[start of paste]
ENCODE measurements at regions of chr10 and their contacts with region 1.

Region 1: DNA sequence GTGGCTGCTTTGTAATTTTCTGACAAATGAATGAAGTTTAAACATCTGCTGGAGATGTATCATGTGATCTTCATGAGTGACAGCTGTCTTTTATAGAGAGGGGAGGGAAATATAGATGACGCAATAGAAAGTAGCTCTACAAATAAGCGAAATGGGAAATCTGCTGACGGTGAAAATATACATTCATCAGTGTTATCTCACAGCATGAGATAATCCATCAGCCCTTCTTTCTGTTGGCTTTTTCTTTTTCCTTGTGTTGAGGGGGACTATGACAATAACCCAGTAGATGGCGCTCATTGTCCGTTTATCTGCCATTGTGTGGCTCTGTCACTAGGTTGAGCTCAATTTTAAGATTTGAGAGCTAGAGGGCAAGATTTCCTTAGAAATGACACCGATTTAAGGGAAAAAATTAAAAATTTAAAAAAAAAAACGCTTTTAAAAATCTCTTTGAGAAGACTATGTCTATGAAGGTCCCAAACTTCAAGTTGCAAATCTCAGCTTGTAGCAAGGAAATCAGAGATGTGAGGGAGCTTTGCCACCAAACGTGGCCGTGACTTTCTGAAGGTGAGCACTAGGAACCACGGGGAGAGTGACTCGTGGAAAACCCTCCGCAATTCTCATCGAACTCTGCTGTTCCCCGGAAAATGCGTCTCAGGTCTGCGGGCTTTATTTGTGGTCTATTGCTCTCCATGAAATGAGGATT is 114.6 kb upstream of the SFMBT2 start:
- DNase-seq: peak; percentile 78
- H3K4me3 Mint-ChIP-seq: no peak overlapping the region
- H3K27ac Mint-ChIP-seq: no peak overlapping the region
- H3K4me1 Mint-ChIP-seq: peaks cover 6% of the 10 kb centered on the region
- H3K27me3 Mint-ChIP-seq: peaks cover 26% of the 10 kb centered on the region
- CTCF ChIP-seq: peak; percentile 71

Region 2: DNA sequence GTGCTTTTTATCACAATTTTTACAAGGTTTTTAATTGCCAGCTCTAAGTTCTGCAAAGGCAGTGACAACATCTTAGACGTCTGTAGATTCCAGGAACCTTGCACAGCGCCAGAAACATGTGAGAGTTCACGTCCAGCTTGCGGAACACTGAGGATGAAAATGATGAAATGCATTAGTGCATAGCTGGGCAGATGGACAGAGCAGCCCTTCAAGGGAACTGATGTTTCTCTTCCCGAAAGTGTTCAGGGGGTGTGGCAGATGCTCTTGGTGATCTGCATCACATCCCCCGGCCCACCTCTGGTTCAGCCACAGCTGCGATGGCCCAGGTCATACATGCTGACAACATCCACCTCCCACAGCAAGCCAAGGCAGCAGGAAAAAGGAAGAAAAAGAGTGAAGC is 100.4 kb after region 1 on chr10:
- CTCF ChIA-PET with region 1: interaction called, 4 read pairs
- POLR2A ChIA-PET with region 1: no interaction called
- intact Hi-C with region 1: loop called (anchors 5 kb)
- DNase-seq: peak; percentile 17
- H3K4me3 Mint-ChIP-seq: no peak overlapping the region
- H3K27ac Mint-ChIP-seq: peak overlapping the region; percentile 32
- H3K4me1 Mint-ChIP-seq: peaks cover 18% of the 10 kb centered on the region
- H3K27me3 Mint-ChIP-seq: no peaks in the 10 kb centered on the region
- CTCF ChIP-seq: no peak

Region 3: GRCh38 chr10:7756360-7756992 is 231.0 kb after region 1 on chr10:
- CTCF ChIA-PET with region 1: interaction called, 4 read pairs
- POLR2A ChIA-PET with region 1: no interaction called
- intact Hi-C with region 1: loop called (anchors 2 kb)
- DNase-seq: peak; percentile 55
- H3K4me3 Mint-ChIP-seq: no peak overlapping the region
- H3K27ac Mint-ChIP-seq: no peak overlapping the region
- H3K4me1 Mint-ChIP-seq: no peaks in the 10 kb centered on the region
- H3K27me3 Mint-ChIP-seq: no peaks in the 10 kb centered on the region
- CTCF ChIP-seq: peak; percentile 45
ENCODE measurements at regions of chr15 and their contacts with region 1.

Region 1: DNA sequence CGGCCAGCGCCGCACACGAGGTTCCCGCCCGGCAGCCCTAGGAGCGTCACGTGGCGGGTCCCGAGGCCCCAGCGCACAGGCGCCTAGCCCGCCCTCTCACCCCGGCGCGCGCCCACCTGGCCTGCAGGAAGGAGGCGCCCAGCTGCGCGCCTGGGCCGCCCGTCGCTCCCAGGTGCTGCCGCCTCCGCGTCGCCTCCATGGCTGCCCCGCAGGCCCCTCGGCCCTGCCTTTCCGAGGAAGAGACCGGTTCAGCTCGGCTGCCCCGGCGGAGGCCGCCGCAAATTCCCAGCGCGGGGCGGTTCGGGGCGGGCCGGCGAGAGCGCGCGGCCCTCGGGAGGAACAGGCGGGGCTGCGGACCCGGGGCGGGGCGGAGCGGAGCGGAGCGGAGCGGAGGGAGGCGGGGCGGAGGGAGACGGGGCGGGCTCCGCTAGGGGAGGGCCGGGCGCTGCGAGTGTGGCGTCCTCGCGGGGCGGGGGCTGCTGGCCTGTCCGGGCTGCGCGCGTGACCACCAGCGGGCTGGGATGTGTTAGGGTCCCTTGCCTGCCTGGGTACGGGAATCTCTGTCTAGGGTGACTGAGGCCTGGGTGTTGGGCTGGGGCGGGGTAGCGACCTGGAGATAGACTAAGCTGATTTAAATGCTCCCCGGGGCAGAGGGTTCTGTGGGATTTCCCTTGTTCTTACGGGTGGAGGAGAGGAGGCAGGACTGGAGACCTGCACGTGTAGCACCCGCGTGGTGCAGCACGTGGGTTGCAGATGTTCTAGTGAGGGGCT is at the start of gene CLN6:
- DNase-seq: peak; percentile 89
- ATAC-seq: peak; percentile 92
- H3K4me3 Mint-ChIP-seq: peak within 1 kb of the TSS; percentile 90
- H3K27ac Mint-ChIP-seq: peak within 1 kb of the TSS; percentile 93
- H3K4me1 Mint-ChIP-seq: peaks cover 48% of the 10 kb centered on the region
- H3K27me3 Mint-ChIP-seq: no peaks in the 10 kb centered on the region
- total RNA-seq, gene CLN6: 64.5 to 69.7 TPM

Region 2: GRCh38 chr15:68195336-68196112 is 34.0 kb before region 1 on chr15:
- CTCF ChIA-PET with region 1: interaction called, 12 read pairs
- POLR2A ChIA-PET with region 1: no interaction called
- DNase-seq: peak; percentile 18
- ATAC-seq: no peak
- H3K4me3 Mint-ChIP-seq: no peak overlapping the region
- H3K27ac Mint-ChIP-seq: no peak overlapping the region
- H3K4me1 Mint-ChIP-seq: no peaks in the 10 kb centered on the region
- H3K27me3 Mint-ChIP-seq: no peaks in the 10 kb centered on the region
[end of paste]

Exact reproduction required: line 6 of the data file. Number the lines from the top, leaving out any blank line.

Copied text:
- H3K4me1 Mint-ChIP-seq: peaks cover 6% of the 10 kb centered on the region